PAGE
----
People who don’t like cats criticise the species for being nasty and mean because they play with their prey, which is usually a mouse. Harrison Weir, the founder of the cat fancy, calls this “The Cat as a Tormentor”.
He quotes Shakespeare, in his poem “The Rape of Lucrece”, saying:
“Yet foul night-waking cat, he doth but dally,
While in his holdfast for the weak mouse panteth”
Was Shakespeare a cat-hater? I don’t know. No one knows, but he used the word “foul”. Strong language.
On the frontispiece of Jane Collier’s “An Essay on the Art of Ingeniously Tormenting” (1753) a cat plays with a mouse before killing it:
The cat doth play
And after slay
Clearly, for centuries the domestic cat has been in need of a public relations consultant 😉 People have viewed the behavior of a cat playing with prey before killing it as a cruel and nasty personality trait. “Help, my cat is a torturer!”
We have interpreted this behavior through human culture. In other words, we have put a human interpretation on a form of non-human behavior. Is this fair and sensible?
No one has explained this behavior better than Dr Desmond Morris. In fact, I don’t think anyone has explained it other than him and he does it from the viewpoint of a famous and respected scientist and biologist.
Cats are well able to kill a mouse or bird quickly by delivering a bite to the neck, severing the spinal cord. Why, then, mess around beforehand? Trapping and releasing a mouse or throwing it in air can cause the mouse to die of shock.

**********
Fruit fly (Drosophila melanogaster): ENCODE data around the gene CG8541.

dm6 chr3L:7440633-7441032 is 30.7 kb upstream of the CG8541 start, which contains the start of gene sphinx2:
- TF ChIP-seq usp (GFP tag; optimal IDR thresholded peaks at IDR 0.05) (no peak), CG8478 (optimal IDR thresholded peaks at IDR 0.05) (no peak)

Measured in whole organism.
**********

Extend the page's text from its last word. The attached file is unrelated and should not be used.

An important point to note is that we never see wild cat species mess around like this. For a wild cat, the modus operandi is to kill as efficiently and as fast as possible. Neither do feral cats indulge themselves by playing with prey. This behavior is therefore domestic cat behavior.
Domestic cats are well fed and have rusty hunting skills. There are few mice to catch. My Bininie caught one her whole life! And, yes, she did play with it.
There are two explanations:
- A domestic cat, who has had little chance to express her desire to hunt, overdoes the process when given the opportunity, teasing out the occasion. She indulges in trap-and-release play. The cat is extending the hunt.
- The domestic cat treats the mouse as a rat. Rats can hurt a cat so the cat bats it and stuns it before delivering the killer bite. When this form of hunting is applied to a little mouse it looks cruel. The cat is playing safe because she has rusty hunting skills.
The next time you see your cat “being cruel” to a mouse remember she is behaving instinctively, based on survival, and has no knowledge of the word “cruel” and “torture”.
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